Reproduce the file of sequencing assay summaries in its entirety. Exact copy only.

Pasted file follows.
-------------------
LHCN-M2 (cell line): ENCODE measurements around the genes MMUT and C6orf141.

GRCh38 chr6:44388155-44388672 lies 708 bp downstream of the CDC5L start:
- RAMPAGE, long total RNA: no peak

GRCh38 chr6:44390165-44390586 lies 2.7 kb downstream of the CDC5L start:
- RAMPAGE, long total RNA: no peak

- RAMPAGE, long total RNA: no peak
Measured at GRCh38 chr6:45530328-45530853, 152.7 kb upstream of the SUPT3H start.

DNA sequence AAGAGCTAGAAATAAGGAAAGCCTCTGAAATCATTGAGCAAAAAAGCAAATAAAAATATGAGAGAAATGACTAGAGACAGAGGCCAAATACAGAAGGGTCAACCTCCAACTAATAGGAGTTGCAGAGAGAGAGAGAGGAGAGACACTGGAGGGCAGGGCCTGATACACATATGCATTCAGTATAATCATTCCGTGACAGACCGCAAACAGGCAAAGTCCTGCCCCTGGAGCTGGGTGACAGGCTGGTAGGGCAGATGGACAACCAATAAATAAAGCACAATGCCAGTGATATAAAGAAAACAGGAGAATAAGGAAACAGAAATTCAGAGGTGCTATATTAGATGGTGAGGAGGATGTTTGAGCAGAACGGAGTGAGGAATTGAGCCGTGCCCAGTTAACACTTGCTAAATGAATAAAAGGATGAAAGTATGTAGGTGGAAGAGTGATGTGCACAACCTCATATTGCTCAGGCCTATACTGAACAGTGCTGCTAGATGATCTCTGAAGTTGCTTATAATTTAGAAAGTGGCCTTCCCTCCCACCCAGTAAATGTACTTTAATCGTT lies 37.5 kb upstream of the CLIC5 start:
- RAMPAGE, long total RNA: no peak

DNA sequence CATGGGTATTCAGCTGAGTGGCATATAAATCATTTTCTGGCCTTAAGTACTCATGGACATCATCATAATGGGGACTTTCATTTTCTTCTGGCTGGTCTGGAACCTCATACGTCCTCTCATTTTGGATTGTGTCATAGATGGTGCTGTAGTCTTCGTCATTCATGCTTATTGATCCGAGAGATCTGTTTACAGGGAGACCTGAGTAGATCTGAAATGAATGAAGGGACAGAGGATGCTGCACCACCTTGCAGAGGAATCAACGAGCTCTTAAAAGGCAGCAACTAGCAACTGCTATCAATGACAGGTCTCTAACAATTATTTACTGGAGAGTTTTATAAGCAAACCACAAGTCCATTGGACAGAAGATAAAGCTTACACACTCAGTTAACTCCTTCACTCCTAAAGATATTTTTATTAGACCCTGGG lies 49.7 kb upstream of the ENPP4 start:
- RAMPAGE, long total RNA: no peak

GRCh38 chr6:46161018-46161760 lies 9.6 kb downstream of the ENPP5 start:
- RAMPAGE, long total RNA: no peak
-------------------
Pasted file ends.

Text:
LHCN-M2 (cell line): ENCODE measurements around the genes MMUT and C6orf141.

GRCh38 chr6:44388155-44388672 lies 708 bp downstream of the CDC5L start:
- RAMPAGE, long total RNA: no peak

GRCh38 chr6:44390165-44390586 lies 2.7 kb downstream of the CDC5L start:
- RAMPAGE, long total RNA: no peak

- RAMPAGE, long total RNA: no peak
Measured at GRCh38 chr6:45530328-45530853, 152.7 kb upstream of the SUPT3H start.

DNA sequence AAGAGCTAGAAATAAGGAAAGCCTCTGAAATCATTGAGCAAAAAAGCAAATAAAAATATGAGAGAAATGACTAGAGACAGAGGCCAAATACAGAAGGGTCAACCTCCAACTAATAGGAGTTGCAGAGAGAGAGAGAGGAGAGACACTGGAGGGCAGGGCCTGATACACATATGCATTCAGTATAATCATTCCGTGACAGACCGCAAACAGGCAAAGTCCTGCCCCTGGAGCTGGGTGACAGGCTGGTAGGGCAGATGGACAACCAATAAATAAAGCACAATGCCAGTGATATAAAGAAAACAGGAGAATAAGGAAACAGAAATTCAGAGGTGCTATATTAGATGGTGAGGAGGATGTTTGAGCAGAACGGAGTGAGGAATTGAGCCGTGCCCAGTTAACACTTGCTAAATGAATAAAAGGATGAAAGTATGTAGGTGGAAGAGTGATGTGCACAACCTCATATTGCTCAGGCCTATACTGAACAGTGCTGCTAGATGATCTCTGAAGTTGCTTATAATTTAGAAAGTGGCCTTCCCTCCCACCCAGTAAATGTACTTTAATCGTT lies 37.5 kb upstream of the CLIC5 start:
- RAMPAGE, long total RNA: no peak

DNA sequence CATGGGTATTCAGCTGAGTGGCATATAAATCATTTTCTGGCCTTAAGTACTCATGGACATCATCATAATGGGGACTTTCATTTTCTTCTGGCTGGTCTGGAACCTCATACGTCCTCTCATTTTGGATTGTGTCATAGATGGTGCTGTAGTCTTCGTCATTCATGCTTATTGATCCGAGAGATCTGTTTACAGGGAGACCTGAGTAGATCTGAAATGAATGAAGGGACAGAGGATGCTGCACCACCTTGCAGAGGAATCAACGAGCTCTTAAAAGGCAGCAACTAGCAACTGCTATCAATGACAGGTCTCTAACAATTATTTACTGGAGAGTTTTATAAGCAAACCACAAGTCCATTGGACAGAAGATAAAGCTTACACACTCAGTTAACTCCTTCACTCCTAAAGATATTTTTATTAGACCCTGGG lies 49.7 kb upstream of the ENPP4 start:
- RAMPAGE, long total RNA: no peak

GRCh38 chr6:46161018-46161760 lies 9.6 kb downstream of the ENPP5 start:
- RAMPAGE, long total RNA: no peak